The Vegan Artist?

November is World Vegan Month. According to Wikipedia:

Vegetarians do not eat meat, fish, or poultry. Vegans, in addition to being vegetarian, do not use other animal products and by-products such as eggs, dairy products, honey, leather, fur, silk, wool, cosmetics, and soaps derived from animal products.”

In reality, as there are different types of vegetarian there are different types of vegan. There are those who follow a vegan diet as described above but also those who take that further and avoid the use of animals for any purpose (ethical vegans). The term ‘vegan’ was first used in 1944 by Donald Watson when he founded The Vegan Society in England. At the time it meant non-dairy vegetarian.

Speaking as a vegetarian who avoids using animal derivative products and as an artist, I was interested to look into the implications of the ethical vegan lifestyle on an artist. How do vegan artists manage to avoid animal products in their materials? It takes some effort but there are resources to help you in your quest. For example, Empty Easel provides a list of vegan art supplies which are free from animal products and links for more detail and I have referred to some of their information for this article.

The vegan artists
Brushes by Dorothy Berry-Lound

Let’s start with brushes. Traditional brushes tend to be made from hair taken from trapped or farm-raised animals. As an artist the one that immediately comes to mind is sable (marten) but there is also squirrel and mongoose. I remember my art teacher at school extolling the virtues of a sable brush for watercolour painting. Other brushes are made using horse hair, pig bristles or ox hair.  Long ago I started using synthetic brushes and good quality ones are easily available.

Some artist pencils contain beeswax but there are good quality brands that don’t. Charcoal can come from vines and willow trees but there is also bone charcoal which comes from, you’ve guessed, charred animal bones. Oil pastels are often made by combining pigments with wax and animal fat but soft pastels are usually animal free. Not all pigments are animal free, ox gall (from cows) is commonly used in watercolour paints and many black pigments come from charred animal bones – there are many more examples of course, this is just a basic overview. When you look more deeply you come across issues with inks (sepia comes from cuttlefish or squid for example), fixatives, varnish etc, etc.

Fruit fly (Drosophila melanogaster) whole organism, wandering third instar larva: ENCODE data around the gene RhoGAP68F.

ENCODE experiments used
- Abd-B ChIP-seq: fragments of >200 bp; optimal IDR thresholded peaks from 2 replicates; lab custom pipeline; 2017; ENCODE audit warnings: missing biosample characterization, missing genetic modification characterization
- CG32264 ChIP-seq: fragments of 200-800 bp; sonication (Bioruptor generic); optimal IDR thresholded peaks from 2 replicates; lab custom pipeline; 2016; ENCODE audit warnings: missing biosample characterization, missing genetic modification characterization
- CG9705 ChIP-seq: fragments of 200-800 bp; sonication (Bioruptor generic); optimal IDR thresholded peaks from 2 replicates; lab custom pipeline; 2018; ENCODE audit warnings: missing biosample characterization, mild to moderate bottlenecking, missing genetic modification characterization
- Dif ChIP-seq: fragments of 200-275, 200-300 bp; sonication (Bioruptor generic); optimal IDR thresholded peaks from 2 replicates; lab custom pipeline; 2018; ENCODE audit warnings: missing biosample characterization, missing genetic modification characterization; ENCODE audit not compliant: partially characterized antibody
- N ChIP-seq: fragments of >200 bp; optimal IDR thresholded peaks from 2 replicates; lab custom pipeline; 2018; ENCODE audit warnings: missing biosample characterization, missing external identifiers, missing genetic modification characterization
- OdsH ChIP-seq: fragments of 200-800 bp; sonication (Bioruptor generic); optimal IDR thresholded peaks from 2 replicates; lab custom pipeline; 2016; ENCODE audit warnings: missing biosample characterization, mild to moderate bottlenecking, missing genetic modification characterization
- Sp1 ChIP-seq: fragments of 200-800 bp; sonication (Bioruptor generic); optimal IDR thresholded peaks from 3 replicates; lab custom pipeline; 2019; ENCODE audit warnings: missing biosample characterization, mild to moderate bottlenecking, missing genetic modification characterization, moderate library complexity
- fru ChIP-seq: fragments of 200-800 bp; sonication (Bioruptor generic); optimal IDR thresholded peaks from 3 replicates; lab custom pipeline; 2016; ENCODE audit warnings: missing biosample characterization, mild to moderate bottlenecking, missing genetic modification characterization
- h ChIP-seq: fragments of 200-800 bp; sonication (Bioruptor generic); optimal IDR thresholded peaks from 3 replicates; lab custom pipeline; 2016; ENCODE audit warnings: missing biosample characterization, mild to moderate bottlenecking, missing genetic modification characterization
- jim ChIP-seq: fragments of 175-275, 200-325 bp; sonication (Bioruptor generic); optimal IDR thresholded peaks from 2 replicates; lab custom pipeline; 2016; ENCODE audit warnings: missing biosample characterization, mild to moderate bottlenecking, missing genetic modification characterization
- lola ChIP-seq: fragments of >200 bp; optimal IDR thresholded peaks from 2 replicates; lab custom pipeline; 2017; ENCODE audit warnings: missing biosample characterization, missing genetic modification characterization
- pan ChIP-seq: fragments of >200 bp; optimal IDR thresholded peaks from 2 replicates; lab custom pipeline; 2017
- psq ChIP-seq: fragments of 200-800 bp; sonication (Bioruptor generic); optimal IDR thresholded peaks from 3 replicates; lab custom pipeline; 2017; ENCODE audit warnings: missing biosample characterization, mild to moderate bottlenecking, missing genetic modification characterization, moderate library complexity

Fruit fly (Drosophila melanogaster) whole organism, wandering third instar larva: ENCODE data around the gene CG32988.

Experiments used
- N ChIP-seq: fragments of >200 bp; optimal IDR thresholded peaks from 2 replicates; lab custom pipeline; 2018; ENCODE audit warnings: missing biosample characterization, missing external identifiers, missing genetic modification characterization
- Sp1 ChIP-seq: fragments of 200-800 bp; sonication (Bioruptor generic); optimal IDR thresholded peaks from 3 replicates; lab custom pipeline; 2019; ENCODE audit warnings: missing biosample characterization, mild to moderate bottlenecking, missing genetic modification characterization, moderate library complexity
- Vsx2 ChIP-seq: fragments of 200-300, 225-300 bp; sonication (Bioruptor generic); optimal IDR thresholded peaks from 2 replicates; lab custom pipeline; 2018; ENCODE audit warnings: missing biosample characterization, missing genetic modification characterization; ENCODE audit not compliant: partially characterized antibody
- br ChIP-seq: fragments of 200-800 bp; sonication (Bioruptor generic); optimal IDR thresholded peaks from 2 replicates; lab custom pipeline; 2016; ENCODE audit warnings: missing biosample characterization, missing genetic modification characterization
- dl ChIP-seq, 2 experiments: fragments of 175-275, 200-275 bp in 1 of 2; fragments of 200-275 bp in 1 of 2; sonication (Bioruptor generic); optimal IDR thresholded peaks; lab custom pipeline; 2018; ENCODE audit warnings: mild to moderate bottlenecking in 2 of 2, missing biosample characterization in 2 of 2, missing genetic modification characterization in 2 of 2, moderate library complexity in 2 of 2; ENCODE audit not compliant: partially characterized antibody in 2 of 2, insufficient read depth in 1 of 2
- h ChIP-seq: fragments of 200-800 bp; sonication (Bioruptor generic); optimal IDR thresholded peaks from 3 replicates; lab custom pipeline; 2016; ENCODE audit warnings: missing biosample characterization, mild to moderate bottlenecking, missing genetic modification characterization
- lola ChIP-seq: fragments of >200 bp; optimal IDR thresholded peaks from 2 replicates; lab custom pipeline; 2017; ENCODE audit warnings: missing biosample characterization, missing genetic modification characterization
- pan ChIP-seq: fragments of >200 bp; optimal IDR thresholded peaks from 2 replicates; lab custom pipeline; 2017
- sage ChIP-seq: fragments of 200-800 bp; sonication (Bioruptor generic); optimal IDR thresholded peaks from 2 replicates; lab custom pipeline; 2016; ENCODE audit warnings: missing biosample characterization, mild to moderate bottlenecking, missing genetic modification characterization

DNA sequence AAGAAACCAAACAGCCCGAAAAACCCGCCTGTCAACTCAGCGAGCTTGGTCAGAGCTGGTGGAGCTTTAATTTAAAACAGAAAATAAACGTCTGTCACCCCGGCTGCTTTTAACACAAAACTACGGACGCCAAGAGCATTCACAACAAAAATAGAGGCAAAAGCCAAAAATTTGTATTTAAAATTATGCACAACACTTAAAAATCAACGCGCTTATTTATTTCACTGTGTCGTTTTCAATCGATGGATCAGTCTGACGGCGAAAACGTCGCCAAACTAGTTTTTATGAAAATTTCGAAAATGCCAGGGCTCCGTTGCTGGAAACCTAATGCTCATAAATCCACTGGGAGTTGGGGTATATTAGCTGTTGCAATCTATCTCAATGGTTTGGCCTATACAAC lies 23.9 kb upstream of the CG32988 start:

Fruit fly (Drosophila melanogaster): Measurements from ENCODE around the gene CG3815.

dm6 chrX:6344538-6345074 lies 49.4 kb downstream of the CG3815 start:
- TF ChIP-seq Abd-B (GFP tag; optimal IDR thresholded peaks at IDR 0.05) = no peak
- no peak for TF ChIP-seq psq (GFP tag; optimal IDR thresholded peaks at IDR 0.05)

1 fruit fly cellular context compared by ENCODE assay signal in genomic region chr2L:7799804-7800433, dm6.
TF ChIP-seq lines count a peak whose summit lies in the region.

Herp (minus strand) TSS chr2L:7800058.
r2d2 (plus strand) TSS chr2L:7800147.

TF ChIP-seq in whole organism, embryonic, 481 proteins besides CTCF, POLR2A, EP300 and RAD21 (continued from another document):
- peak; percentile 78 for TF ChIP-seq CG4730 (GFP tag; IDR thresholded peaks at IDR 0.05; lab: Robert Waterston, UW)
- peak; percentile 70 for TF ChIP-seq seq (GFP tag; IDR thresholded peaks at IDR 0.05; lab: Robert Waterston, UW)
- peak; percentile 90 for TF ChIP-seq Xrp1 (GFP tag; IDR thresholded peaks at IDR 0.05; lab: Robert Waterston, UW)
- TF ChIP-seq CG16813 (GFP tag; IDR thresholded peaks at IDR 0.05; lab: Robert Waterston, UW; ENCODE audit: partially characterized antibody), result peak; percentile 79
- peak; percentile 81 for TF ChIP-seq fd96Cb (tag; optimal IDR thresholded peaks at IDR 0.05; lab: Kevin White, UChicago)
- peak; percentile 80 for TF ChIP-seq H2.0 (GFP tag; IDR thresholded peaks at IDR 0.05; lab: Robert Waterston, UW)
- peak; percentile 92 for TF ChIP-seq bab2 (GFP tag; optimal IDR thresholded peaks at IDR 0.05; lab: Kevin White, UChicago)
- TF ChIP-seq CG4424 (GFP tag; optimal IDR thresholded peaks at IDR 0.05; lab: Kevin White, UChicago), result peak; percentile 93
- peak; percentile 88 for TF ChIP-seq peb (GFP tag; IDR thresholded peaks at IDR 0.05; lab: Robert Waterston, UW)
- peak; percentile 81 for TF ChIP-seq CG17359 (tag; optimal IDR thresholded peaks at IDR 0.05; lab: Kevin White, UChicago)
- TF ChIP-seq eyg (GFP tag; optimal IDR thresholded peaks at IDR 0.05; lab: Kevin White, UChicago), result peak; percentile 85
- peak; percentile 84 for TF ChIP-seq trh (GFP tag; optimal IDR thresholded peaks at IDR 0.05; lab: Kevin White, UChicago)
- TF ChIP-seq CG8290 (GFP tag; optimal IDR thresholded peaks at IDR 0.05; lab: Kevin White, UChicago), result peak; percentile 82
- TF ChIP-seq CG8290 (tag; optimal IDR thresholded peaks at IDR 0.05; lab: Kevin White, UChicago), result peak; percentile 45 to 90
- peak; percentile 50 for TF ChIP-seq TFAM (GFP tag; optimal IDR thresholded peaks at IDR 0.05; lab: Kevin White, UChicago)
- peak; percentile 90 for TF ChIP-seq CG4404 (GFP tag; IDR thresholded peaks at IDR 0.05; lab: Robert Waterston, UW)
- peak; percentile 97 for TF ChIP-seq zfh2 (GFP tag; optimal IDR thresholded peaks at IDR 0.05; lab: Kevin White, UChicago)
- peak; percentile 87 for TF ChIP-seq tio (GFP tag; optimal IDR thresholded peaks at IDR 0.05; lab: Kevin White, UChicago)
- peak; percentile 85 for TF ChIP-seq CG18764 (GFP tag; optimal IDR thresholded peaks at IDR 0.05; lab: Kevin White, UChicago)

The vegan artist
Paints by Dorothy Berry-Lound

You would think that paper and canvas was relatively easy but in fact rabbit-skin glue is used for sizing oil painting canvases. A lot of watercolour paper is sized with gelatin which is made by boiling animal skins, tendons, calf hooves and bones. These days you can find handmade paper and paper sized with starch.

So, it is far from easy being a vegan artist, though since there has been increasing interest in the vegan lifestyle in recent years, more alternatives are becoming available. It is largely about being a knowledgeable consumer and researching alternative materials on-line and knowing which ones to avoid and which to ask about. And you don’t have to be vegan artist to make these choices of course.

For more information on vegan art supplies Empty Easel provides an overview and links to other useful sources of information. If you would like more information about the vegan lifestyle there is a wealth of information available via The Vegan Society.

Comments

  1. // Reply

    Fascinating, I never gave art supplies much thought. Sable brushes I knew about, but I was amazed at the many other items and supplies that contain animal parts. I am a photographer and have close-focus bellows and leather camera bags. I also have a leather pouch for one of my lenses. Most of my straps are cloth, fortunately. Thank you, that was enlightening!